November 28, 2007

Moral Inversion at Annapolis

May G-d and the Jewish people of Israel forgive me for having voted for George Bush. Via FrontPageMagazine:

“For too long, the people of Darfur have suffered at the hands of a government that is complicit in the bombing, murder, and rape of innocent civilians. My administration has called these actions by their rightful name: genocide.”

So said President Bush in a speech last May 29. At the end of the speech he said: “I call on President Bashir to stop his obstruction, and to allow the peacekeepers in, and to end the campaign of violence that continues to target innocent men, women and children. And I promise this to the people of Darfur: The United States will not avert our eyes from a crisis that challenges the conscience of the world.”

Just last November 1, in a message to Congress on the “Continuation of the National Emergency with Respect to Sudan,” he wrote: “Because the actions and policies of the Government of Sudan continue to pose an unusual and extraordinary threat to the national security and foreign policy of the United States, the national emergency [originally declared by President Clinton in 1997] must continue in effect beyond November 3, 2007.”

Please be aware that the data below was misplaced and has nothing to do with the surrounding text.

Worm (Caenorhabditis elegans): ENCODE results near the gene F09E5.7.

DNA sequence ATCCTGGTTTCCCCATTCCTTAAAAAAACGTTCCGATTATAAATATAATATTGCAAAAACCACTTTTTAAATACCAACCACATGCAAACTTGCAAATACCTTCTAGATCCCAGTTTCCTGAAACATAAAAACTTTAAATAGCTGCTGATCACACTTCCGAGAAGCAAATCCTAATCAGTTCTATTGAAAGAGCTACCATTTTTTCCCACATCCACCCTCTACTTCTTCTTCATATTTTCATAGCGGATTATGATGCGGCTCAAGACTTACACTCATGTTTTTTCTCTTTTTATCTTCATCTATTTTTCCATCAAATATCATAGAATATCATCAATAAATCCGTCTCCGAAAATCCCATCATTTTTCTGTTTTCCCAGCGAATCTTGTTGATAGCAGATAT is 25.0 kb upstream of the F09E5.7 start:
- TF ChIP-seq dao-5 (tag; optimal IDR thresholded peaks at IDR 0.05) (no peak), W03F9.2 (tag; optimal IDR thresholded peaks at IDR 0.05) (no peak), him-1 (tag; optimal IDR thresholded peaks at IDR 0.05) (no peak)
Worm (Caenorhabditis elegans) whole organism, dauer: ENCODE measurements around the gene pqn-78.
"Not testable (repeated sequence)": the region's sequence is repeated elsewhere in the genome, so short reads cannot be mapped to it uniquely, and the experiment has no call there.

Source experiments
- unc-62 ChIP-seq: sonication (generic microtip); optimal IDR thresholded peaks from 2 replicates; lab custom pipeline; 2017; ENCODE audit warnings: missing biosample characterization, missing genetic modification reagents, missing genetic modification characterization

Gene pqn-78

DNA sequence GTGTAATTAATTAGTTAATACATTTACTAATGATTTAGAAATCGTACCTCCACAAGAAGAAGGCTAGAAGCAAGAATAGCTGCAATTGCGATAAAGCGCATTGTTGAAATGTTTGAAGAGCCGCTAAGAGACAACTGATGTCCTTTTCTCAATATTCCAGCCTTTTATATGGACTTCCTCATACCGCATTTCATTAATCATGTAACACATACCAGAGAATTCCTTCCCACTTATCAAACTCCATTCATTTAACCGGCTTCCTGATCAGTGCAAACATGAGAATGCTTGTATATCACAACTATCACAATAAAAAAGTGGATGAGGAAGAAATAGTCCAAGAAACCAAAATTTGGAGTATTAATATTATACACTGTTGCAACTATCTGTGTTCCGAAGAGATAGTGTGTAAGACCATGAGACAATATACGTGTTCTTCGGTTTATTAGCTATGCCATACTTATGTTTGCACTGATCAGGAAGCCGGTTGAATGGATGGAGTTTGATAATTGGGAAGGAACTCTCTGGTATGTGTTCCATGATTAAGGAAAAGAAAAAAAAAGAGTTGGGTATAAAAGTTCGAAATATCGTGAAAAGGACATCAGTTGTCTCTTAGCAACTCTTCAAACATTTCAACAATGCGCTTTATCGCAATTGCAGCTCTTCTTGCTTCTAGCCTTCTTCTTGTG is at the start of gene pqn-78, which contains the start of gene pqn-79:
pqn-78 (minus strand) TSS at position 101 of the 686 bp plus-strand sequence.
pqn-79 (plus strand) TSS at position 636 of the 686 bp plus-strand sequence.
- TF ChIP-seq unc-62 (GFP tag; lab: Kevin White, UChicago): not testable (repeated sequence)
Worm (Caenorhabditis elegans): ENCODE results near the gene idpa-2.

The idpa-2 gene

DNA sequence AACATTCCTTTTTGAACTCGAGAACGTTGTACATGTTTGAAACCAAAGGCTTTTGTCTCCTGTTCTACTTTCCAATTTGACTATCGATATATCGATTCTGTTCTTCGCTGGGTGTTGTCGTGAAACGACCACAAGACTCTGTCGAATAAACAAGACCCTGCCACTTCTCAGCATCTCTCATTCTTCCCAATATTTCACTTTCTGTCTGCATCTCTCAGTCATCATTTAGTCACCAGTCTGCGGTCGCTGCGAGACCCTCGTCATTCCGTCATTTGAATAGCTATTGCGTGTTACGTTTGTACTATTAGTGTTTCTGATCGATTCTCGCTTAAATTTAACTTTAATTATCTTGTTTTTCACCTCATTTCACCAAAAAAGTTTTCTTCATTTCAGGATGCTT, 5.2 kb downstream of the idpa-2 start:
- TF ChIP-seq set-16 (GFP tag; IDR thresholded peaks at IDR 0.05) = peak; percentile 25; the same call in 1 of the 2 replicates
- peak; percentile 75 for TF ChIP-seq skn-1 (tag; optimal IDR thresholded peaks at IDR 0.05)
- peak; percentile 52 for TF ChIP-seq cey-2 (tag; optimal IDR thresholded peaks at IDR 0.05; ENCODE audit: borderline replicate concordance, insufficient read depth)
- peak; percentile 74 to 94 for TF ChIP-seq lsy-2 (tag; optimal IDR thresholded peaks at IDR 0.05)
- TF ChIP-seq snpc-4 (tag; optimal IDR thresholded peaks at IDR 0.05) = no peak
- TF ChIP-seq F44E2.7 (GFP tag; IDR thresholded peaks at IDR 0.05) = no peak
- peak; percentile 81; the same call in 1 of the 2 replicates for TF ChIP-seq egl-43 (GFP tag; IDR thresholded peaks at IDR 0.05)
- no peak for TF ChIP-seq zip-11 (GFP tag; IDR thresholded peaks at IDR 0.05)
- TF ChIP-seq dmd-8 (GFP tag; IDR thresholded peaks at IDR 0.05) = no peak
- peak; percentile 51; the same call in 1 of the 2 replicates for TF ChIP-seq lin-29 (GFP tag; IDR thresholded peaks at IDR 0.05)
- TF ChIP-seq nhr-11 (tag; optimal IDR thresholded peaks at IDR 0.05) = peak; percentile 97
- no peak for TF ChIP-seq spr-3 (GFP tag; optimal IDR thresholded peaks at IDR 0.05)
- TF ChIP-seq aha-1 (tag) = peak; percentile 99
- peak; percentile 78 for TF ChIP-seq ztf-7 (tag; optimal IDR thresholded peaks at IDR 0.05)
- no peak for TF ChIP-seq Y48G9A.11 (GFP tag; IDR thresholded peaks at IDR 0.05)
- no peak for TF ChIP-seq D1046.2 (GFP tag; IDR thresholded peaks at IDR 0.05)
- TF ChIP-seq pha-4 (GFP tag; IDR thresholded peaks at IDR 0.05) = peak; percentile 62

It was strange, then, to find in attendance at the Annapolis conference on Tuesday one John Ukec, ambassador to the U.S. from Sudan. In other words, among the invitees of a purported peace conference was a representative of a regime that the convener of the gathering himself, George Bush, had openly accused of genocide.

Sudan’s presence, though, wasn’t totally inappropriate to the morally upside-down world of the conference, which pitted a lone democracy, Israel, against the dictatorial-anarchic Palestinian Authority backed by a supporting cast of nine other Arab dictatorships of which Sudan was only the most egregious, along with the Arab League and the 56-member Organization of the Islamic Conference only a handful of whose countries could loosely qualify as democracies.

Moral inversion was well manifested in the Israeli-Palestinian “joint statement”—pursued like a sacred elixir for months by Secretary of State Rice and finally read out by Bush at the start of the conference—in which the sides “express our determination to . . . confront terrorism and incitement, whether committed by Palestinians or Israelis.”

With those words Israel—a democracy struggling against sixty years of violent aggression that does not engage in terrorism or incitement any more than Finland or Iceland—trashed its achievements, its identity, its Jewish heritage, and equated itself with one of the most terroristic and incitement-ridden societies of all time.